Nestle is Reportedly Preparing to Launch Cell-Cultured Meat
Swiss food giant Nestle is innovating its product lines to include cell-cultured meat, according to a Bloomberg report that revealed the multinational conglomerate will begin developing cultured meat alongside its growing range of plant-based products.
Nestle will begin working with the Israeli start-up Future Meat Technologies Ltd. to produce the new cultured meat, which is meat made in the lab, not raised on the farm. Nestle confirmed in a statement to Bloomberg that it’s working with the company moving forward to develop “innovative technologies to produce cultured meat or cultured meat ingredients with several external partners and startups.”
Nestle’s CEO Mark Schneider is reportedly hoping to meet the demand of a rising shift away from animal-based meat products. As concerns regarding environmental sustainability and personal health rise, consumers have begun adopting plant-based lifestyles more frequently. Beyond plant-based eating, the consumer interested in cell-based meat is rising at a significant rate. According to an analyst at consultancy firm Kearney, the alternative protein industry may reach 35 percent of the $1.8 trillion meat market by 2040, and Nestle’s product development is an attempt to gain substantial investment in that growth.
Future Technologies Ltd. launched the world’s first cultured meat production facility last month, reigning in a new era of alternative protein products. The company claims that its factory will have the ability to produce 500kg of cell-based protein daily, roughly equal to 5,000 burgers. The cell-based factory involves placing animals cells in a bioreactor to then replicate and produce the cultivated meat product.
“After demonstrating that cultured meat can reach cost parity faster than the market anticipated, this production facility is the real game-changer,” Future Meat Technologies Ltd. founder Yaakov Nahmias said.
The partnership aims to develop a protein product that emulates the taste and texture of conventional meat products without animal involvement. The cell-based meat industry is gaining popularity due to its focus on sustainability, but currently, the United States is in the process of certifying the distribution. The Future Meat factory created its method to grow non-GMO cultured meat with minimal need for land and no need for animal slaughter.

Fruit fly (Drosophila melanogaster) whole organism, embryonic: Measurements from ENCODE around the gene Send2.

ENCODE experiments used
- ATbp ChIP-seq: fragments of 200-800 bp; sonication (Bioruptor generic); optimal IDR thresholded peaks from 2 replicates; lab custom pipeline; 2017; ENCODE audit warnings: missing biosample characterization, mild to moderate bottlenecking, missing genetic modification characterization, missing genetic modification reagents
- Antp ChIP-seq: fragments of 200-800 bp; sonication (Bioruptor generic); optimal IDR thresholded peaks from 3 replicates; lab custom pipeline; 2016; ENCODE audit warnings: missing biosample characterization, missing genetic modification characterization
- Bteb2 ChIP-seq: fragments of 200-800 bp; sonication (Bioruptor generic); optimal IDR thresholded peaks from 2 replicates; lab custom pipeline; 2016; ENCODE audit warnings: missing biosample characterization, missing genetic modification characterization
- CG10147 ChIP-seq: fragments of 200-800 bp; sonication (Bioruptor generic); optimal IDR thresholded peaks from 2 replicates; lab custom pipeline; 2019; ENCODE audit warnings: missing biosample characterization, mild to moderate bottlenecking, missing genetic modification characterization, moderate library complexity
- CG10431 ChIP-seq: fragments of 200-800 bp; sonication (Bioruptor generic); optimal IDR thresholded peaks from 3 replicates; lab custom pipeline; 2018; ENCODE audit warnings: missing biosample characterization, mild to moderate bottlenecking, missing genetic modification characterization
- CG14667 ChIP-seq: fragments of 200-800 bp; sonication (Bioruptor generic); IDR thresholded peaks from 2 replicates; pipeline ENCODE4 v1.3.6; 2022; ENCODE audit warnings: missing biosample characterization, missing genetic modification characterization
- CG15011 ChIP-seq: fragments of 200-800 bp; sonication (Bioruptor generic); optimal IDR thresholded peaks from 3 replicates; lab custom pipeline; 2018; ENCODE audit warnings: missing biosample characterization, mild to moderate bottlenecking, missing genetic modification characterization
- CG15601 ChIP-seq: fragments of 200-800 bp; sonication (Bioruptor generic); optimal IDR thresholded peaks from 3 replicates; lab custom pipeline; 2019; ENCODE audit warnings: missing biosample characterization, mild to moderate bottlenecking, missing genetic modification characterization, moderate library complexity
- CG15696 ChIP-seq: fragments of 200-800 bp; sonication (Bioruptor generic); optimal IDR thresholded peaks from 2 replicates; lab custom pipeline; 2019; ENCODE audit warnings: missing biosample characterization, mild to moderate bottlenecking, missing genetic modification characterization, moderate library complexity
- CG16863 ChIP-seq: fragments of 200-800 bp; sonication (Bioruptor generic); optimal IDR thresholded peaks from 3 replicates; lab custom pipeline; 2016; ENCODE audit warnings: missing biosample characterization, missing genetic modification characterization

“For many years we have been investing in our protein expertise and the development of proprietary technologies for plat-based meat alternatives, allowing us to continuously expand our wide range of tasty and nutritious products with a lower environmental impact,” Nestle Institue of Material Sciences head Reinhard Behringer said. “To complement these efforts we’re also exploring technologies that could lead to animal-friendly alternatives that are nutritious, sustainable, and close to met in terms of taste, flavor, and texture.”
The Good Food Institute found that cultivated meat companies raised $360 million last year, growing six times in value from 2019 to now. Other companies like Eat Just have pushed research and development for cultivated meat, which currently can only be sold in Singapore. Following its success, the company’s GOOD Meat brand is being considered for distribution by the US Food and Drug Administration (FDA) in the near future. The GOOD Meat debut would mark the first time the FDA approved widespread development and distribution of cultured meat.
Continued investment is critical to ensure that cultivated meat can meet the moment--providing a more sustainable, safe, and secure way of feeding people with far fewer greenhouse gas emissions, far less land and water required, and no contribution to antibiotic resistance and pandemic risk,” executive director of the Good Food Institute Bruce Friedrich said back in May.